Why are workers at the bottom doing relatively better lately?
One reason that workers at the bottom are doing relatively better recently is the recent increases in many state and local minimum wages. While the federal minimum wage has not risen since 2009, many states—such as California and Massachusetts—and cities, such as Seattle and New York City, have increased their legislated minimums considerably. In all, 29 states and the District of Columbia now have minimum wages above the federal $7.25 an hour.
Recent wage trends at the bottom of the distribution point to this as a possible cause of the improvement—one that is a prominent component of some 2020 campaigns. The 5th and possibly the 10th percentiles of wage earners are affected by increases in state and local minimum wages, which have risen even as the real value of the federal minimum wage has been eroded by inflation—a point made by David Cooper, Elise Gould, and Ben Zipperer. (Indeed, Ernie Tedeschi showed that nearly 6 million workers are bound by state and local minimum wages in 2018.) On the face of it, the rise in 10th percentile wages relative to the 50th percentile (i.e., the declining 50/10 wage ratio) is what one would expect from an increased minimum wage. That ratio has declined, falling from 2.01 in 2010 to 1.96 in 2018, even as median wages grew.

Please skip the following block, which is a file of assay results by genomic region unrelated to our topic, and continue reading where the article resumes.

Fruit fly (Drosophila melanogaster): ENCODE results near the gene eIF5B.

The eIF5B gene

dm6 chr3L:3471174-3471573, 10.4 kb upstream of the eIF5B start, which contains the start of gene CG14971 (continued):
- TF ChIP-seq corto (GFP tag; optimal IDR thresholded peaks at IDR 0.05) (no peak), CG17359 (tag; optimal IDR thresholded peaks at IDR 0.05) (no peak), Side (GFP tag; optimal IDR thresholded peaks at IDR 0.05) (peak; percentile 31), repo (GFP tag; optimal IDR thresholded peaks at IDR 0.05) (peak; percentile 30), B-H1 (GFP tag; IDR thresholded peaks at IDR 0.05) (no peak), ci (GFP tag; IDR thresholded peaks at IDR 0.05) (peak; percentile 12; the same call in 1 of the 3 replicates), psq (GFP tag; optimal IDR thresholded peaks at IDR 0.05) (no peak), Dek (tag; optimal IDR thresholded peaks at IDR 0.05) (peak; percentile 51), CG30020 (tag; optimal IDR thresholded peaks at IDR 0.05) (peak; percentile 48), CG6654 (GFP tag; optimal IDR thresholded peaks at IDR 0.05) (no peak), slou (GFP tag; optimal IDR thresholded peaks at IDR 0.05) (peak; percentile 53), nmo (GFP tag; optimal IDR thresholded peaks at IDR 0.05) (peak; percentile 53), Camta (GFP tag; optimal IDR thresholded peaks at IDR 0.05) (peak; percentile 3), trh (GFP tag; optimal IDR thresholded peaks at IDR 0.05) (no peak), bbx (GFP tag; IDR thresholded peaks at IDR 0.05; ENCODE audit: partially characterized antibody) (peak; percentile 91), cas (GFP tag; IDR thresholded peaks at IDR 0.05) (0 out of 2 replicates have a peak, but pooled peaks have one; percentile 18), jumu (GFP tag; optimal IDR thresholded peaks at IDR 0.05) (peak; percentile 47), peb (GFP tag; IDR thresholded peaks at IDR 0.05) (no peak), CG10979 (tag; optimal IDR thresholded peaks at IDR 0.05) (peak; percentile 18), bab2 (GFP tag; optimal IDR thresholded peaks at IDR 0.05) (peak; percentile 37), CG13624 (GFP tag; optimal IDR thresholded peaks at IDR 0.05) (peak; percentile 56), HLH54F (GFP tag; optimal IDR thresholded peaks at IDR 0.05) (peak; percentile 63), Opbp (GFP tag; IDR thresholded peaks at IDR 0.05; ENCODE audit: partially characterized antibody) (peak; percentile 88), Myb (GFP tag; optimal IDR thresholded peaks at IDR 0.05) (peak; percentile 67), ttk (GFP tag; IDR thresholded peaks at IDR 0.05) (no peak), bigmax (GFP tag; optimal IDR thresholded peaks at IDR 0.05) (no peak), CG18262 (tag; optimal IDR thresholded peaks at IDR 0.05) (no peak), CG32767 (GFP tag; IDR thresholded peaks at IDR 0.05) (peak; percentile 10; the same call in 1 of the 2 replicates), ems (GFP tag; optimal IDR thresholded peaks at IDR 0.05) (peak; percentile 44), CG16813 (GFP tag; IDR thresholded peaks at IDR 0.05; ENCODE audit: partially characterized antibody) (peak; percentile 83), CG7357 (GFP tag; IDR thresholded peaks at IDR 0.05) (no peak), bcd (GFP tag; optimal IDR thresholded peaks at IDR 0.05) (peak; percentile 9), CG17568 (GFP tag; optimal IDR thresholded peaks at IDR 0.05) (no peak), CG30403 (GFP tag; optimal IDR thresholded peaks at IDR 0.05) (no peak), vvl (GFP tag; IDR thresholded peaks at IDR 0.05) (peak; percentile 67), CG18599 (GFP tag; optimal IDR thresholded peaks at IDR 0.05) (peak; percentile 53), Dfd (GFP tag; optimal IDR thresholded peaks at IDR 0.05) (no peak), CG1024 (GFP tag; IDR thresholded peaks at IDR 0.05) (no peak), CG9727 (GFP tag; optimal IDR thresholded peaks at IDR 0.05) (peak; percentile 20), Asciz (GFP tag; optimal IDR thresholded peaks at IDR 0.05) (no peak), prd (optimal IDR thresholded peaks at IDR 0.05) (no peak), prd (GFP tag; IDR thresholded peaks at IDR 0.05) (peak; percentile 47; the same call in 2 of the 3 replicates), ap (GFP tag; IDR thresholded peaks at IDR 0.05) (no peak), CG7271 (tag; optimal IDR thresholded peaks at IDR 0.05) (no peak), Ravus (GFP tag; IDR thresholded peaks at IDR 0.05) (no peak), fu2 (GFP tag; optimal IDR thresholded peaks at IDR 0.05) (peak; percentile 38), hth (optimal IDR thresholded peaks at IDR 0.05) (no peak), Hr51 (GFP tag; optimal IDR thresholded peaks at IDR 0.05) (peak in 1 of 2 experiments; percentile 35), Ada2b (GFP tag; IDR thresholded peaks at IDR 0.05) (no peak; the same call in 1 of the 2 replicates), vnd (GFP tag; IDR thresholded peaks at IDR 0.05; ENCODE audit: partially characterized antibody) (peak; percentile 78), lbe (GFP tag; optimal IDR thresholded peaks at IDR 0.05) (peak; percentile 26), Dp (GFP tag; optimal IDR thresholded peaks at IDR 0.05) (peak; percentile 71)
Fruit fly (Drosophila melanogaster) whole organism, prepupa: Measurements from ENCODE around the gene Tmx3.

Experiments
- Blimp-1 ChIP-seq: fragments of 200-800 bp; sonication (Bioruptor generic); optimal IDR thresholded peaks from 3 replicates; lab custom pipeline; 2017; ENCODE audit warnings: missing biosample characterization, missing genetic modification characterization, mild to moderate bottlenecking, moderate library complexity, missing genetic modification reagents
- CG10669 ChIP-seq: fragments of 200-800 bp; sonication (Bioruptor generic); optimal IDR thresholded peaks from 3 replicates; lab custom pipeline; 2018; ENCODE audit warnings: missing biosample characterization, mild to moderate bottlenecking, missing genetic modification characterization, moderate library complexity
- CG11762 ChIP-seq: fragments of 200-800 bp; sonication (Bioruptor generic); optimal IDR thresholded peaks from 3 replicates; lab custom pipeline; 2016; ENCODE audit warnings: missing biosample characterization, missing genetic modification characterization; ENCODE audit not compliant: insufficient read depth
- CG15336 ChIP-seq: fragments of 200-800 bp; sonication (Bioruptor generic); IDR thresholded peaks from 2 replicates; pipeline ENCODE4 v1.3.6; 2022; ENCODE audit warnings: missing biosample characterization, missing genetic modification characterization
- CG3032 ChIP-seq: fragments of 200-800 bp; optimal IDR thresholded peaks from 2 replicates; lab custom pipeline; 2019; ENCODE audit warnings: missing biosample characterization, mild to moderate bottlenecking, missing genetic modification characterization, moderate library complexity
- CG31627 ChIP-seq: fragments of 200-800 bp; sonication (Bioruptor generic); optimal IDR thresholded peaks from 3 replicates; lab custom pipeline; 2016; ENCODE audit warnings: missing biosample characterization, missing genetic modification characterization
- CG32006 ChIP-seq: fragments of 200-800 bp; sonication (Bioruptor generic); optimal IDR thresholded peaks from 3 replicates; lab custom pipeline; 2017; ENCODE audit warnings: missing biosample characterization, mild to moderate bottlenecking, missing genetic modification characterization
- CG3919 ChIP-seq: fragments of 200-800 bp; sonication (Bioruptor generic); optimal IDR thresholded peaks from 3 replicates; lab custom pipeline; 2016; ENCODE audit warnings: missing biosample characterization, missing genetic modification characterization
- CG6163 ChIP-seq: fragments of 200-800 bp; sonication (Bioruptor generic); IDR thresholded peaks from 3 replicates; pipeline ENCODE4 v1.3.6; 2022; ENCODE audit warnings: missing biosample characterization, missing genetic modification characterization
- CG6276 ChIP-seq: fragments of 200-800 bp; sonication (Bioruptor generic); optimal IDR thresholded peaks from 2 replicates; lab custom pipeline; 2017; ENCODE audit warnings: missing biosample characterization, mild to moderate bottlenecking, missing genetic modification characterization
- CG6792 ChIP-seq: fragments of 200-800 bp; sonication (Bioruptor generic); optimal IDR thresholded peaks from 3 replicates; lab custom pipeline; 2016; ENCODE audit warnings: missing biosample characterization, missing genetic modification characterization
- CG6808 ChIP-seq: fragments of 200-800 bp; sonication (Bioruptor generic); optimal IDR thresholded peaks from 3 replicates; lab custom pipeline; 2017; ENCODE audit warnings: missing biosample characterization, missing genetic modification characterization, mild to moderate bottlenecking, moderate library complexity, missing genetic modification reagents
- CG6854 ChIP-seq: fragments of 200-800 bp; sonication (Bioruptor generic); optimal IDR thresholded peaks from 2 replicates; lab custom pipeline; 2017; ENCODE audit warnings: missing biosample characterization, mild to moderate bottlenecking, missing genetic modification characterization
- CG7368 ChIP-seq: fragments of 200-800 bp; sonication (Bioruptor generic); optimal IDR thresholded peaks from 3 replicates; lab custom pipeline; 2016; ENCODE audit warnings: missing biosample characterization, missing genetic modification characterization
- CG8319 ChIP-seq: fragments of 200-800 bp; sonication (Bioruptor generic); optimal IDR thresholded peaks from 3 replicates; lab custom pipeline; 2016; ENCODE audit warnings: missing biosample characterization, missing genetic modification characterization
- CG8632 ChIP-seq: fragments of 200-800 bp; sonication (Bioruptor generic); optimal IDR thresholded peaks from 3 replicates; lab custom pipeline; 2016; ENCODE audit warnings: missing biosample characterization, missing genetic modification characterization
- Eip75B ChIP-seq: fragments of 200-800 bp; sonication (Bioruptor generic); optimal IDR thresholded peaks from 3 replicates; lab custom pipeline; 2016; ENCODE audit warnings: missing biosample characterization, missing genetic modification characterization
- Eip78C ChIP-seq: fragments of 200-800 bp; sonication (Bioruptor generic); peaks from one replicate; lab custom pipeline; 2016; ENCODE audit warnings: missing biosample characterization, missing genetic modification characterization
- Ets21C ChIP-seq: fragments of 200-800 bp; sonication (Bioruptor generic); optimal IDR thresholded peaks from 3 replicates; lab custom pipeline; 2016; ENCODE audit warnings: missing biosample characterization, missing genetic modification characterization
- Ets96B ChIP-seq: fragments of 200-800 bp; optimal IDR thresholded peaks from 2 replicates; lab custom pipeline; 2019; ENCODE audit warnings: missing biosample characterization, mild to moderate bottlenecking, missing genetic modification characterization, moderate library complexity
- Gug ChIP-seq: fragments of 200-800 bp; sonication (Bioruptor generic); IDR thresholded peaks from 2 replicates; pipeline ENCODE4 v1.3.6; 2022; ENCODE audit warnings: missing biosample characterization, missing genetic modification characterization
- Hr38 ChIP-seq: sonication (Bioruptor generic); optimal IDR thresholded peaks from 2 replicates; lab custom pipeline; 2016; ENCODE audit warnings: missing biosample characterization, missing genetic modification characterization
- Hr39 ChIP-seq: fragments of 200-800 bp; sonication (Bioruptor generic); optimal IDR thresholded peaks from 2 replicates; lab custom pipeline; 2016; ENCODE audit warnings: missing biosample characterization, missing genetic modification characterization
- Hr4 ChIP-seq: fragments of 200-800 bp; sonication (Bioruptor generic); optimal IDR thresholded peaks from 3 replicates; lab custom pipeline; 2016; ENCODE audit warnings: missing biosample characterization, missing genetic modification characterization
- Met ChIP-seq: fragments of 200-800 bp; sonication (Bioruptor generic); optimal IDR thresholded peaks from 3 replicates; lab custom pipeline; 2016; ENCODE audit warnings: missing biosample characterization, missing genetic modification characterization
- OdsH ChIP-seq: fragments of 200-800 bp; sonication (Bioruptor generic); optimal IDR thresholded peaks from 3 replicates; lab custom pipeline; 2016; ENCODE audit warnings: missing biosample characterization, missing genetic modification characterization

To explore the role of state minimum wage changes in particular, we divide workers into three groups: those from the 22 states that did not raise their minimum wage between the end of 2009 and the end of 2018, those from the 14 states that raised their minimum wages by less than the median percent minimum wage increase over the same period (an increase of 25 percent), and those from the 14 states and the District of Columbia that raised their minimum wages by more than the median. (Notably, this ignores changes in city or county minimum wages, which are a less-important but still relevant wage floor.)